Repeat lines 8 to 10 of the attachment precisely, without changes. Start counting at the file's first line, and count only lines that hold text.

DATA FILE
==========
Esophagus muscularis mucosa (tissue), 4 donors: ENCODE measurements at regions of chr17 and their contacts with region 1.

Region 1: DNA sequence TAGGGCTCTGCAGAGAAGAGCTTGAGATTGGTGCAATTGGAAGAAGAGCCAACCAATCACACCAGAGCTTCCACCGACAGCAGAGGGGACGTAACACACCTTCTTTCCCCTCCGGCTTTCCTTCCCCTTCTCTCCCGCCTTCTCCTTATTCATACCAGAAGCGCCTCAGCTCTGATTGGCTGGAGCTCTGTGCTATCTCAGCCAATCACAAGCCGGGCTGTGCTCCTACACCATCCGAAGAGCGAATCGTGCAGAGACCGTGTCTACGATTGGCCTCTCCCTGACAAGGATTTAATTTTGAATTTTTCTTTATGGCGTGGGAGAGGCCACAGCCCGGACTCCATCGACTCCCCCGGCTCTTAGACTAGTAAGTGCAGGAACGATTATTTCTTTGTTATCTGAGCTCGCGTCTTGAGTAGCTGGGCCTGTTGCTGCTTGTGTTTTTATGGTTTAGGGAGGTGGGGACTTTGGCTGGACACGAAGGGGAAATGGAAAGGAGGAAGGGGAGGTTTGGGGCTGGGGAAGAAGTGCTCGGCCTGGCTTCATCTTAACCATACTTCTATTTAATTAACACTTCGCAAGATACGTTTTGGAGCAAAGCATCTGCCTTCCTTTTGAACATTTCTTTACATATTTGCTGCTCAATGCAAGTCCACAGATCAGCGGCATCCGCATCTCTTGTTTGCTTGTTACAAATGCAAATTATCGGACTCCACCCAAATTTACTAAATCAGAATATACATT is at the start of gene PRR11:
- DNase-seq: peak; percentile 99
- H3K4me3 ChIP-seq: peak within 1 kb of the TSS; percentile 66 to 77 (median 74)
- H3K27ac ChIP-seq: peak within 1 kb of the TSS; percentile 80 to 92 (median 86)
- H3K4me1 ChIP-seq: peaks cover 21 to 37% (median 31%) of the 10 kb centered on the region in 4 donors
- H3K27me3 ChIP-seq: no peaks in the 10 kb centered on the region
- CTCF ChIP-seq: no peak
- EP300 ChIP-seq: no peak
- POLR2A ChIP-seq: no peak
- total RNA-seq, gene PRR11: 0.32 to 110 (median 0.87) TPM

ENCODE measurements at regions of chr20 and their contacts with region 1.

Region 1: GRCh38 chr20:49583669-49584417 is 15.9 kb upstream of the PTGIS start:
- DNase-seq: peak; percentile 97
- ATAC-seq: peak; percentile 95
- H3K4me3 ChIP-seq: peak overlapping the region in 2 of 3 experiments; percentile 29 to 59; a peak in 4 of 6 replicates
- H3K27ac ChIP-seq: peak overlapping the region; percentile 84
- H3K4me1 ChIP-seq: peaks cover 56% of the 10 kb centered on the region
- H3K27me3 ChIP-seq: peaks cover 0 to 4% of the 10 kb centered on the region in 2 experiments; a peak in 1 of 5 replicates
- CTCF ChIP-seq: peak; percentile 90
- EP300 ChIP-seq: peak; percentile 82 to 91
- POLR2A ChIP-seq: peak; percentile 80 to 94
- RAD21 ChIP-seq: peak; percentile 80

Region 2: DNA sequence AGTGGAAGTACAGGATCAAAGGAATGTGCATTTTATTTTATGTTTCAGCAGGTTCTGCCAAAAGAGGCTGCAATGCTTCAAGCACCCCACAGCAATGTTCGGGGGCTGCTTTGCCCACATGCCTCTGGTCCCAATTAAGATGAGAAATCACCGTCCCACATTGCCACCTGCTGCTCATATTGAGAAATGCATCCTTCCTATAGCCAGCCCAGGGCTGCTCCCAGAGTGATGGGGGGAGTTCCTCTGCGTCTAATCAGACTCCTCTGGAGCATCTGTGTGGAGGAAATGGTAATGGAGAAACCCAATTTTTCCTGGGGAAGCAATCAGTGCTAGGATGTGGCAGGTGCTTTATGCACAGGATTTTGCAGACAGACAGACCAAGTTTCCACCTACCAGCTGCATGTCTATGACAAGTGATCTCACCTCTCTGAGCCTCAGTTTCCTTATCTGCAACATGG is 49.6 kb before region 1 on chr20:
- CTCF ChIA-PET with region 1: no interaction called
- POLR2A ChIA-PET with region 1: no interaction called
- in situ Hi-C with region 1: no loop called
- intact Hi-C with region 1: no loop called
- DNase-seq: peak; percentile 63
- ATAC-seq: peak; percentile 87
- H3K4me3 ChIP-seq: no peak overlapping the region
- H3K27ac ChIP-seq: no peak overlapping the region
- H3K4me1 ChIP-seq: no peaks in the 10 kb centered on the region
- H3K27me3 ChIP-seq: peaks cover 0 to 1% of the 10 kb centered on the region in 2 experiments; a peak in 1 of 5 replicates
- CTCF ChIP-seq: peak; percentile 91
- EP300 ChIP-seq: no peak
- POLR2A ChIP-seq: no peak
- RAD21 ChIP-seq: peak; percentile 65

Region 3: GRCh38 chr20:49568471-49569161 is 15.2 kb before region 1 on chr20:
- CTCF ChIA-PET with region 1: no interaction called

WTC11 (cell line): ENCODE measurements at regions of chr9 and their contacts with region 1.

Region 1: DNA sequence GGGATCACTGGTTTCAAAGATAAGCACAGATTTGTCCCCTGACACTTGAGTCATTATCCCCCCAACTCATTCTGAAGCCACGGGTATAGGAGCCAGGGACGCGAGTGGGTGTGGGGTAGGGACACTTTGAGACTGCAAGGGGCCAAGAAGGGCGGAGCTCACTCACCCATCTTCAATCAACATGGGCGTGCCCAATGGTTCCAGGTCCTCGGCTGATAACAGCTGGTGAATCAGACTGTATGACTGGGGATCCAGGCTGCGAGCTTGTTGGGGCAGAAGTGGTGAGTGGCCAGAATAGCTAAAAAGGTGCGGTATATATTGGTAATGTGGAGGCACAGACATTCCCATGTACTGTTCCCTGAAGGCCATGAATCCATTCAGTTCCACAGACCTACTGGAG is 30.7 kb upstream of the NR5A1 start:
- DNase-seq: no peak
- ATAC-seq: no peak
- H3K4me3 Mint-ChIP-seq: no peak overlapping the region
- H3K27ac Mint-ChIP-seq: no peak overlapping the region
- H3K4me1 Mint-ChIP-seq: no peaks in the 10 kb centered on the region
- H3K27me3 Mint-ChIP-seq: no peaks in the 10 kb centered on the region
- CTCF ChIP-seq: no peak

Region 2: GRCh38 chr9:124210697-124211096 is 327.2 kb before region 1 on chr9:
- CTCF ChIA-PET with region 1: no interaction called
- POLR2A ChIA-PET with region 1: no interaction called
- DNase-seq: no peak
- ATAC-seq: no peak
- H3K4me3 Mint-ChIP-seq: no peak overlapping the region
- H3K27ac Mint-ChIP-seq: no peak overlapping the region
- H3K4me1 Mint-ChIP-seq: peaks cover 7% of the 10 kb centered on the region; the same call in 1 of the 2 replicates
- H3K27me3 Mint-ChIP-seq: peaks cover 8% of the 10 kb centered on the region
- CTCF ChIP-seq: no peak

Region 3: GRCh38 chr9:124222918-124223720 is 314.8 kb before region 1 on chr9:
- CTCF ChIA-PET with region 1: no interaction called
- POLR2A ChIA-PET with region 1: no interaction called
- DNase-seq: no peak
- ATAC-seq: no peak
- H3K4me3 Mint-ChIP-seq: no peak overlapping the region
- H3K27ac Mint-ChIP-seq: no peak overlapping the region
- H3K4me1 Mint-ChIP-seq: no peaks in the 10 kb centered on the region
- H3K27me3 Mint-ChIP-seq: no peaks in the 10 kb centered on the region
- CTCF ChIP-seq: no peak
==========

- CTCF ChIP-seq: no peak
- EP300 ChIP-seq: no peak
- POLR2A ChIP-seq: no peak